COMMENTARY

A Pandemic Silver Lining: Cancer Research Is Going Remote

David J. Kerr, CBE, MD, DSc

Disclosures

July 22, 2020

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This transcript has been edited for clarity.

I'm David Kerr, professor of cancer medicine from University of Oxford. Today I'd like to talk about the impact that the COVID pandemic is having and will have on cancer research.

One of the great triumphs of our global cancer community is the degree of collaboration that we have in terms of trying to put as many of our patients as we can into clinical trials to answer important questions. I think this global approach has been imperiled by the pandemic.

If we consider the patient, the sponsor, the host organization, the clinical chief investigator, and the regulatory authorities, the one thread that links all of those is patient safety.

How can we maintain patient safety monitoring in a clinical trial at a time when many of us are locked down and at a time when patients are genuinely nervous about going to the hospital and accessing conventional healthcare facilities?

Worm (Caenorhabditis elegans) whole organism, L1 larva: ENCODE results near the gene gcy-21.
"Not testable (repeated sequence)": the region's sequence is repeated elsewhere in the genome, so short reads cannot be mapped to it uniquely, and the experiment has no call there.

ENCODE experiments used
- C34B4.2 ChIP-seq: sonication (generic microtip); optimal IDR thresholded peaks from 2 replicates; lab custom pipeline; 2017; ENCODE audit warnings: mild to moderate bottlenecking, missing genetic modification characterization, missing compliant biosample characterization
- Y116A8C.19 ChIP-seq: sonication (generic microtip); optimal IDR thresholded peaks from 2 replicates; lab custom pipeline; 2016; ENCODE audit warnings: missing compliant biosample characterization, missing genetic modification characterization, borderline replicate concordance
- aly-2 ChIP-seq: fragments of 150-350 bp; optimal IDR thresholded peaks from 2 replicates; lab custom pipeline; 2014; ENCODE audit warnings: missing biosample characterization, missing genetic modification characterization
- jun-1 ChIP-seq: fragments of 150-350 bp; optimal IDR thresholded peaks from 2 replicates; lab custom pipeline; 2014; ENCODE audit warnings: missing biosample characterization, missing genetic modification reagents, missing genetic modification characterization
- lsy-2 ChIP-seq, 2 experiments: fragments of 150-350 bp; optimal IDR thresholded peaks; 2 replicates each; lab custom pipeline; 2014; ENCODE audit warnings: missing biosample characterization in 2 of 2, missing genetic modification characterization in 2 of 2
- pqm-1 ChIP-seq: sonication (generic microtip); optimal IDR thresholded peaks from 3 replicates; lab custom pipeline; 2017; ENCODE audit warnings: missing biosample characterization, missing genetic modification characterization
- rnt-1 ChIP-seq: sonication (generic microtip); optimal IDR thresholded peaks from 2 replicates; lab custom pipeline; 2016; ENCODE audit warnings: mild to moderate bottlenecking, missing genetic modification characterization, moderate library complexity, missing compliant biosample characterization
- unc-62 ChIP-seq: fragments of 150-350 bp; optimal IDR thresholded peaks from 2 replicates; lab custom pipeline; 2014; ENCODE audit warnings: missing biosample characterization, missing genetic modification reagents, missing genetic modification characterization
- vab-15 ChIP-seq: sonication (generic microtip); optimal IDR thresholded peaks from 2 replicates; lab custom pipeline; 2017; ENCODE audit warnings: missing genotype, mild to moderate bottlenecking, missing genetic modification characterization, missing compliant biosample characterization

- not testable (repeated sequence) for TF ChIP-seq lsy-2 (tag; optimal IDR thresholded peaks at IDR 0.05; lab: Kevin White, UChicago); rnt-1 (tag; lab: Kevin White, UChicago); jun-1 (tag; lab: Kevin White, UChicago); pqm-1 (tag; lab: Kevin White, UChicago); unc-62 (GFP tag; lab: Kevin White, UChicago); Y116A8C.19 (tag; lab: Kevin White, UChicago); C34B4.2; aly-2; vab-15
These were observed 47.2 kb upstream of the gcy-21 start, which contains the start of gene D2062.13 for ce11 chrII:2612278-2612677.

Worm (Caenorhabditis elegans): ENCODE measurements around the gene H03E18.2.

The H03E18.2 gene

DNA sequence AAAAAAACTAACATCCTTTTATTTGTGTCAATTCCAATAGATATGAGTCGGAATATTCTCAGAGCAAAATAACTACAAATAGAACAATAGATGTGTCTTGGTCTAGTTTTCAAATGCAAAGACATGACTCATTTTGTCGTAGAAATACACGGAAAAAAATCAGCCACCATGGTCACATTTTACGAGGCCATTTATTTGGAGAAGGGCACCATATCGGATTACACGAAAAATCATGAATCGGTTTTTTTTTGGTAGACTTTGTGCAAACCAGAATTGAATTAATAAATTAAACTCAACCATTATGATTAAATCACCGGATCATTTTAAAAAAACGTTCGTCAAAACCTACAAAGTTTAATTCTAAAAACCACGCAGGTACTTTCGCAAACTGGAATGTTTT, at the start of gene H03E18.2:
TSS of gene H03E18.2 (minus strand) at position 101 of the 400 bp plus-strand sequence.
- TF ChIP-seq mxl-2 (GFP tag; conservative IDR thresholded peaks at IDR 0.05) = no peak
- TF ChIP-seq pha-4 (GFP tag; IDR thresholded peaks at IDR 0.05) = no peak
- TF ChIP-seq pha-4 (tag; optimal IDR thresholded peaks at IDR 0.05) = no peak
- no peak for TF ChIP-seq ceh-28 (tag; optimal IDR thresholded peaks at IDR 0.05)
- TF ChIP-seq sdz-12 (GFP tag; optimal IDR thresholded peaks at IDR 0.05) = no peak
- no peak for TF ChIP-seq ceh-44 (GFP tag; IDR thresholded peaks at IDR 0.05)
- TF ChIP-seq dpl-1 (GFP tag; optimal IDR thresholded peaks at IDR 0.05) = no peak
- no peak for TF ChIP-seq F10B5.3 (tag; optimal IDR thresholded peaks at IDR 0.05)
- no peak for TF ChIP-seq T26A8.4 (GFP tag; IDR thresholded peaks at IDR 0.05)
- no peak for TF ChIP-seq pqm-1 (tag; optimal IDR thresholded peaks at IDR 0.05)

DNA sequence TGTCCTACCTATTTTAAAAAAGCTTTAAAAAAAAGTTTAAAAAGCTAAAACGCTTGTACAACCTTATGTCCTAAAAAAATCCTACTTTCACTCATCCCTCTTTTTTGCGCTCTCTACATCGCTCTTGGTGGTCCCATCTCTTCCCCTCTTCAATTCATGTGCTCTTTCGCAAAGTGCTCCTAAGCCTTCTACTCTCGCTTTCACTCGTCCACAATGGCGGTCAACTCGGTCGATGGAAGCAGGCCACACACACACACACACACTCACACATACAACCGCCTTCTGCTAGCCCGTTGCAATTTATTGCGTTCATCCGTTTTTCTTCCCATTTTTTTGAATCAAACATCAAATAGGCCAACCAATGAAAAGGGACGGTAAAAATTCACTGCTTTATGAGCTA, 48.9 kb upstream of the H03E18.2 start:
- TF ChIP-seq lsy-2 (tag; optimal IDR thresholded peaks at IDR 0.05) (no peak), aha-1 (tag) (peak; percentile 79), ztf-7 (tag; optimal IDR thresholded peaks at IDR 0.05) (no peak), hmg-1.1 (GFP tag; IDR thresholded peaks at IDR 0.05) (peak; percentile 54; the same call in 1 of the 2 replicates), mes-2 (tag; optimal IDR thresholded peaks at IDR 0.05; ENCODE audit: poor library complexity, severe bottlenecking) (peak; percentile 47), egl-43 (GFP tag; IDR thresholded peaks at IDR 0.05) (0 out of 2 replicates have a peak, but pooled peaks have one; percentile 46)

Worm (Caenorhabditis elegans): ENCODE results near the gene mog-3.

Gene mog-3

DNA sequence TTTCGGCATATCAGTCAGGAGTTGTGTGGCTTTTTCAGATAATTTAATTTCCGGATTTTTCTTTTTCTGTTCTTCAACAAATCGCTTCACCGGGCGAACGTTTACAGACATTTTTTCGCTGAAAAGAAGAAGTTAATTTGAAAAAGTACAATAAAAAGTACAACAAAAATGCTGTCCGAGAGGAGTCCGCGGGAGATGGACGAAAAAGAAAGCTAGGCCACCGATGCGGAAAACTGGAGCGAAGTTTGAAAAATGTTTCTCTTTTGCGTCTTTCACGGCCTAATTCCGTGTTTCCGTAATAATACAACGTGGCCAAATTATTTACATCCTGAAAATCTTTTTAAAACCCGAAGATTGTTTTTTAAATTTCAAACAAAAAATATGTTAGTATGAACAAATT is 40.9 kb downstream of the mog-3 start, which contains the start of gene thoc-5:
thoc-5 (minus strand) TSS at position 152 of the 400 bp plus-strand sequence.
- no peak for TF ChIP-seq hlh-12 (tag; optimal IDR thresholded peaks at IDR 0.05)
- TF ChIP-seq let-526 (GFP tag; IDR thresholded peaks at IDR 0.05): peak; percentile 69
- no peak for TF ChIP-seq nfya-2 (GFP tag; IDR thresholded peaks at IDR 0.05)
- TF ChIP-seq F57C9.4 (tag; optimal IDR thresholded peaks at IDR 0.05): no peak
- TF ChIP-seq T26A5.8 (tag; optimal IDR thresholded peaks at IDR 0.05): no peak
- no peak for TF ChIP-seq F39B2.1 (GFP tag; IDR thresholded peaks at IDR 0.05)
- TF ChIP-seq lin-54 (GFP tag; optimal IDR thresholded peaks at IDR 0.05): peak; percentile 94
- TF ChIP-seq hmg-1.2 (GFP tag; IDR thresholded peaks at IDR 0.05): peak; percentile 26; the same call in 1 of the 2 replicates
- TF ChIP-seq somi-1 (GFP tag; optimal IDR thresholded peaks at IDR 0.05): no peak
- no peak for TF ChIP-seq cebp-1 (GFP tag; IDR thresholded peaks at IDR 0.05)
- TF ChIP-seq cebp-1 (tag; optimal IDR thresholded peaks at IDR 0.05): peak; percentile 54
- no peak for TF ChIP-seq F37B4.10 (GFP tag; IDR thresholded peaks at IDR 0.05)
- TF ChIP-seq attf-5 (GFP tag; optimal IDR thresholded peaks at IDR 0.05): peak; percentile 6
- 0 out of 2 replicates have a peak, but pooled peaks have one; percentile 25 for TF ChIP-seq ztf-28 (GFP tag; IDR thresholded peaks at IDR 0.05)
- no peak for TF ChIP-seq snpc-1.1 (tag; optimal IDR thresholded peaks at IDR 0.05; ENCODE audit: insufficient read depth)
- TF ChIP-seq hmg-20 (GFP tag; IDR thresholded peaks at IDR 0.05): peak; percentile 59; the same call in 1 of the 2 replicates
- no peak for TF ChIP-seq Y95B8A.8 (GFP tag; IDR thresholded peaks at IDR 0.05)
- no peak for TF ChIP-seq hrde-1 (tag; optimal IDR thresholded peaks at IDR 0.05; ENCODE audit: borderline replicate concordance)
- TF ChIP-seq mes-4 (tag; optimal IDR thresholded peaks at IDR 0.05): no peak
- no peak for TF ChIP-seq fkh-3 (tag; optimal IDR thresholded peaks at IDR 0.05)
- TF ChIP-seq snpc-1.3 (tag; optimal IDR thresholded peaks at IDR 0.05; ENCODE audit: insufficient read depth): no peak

We know that from the sponsor's point of view, the host organization may have difficulty providing access to clinical facilities because of rerouting of patients. Many clinical staff have been redeployed. Our research nurses are helping to support delivery of chemotherapy on the frontline. Some of the junior doctors and fellows have been moved out of the cancer center to work in the general wards, looking after COVID patients. Access to diagnostic tools, scans, blood tests, and so on is also limited because these have been reprioritized to support COVID patients within the hospital.

Adapting Our Approach to Research

In a time of limited resources, we need to be able to adapt.

One of the most important things that we've done in our trials office has been to reassess the risk-benefit ratio for all of our patients. We think about whether it is safe for our patients to continue on trial, and if they were to pick up the virus, could this have calamitous additional effects? That's the starting point.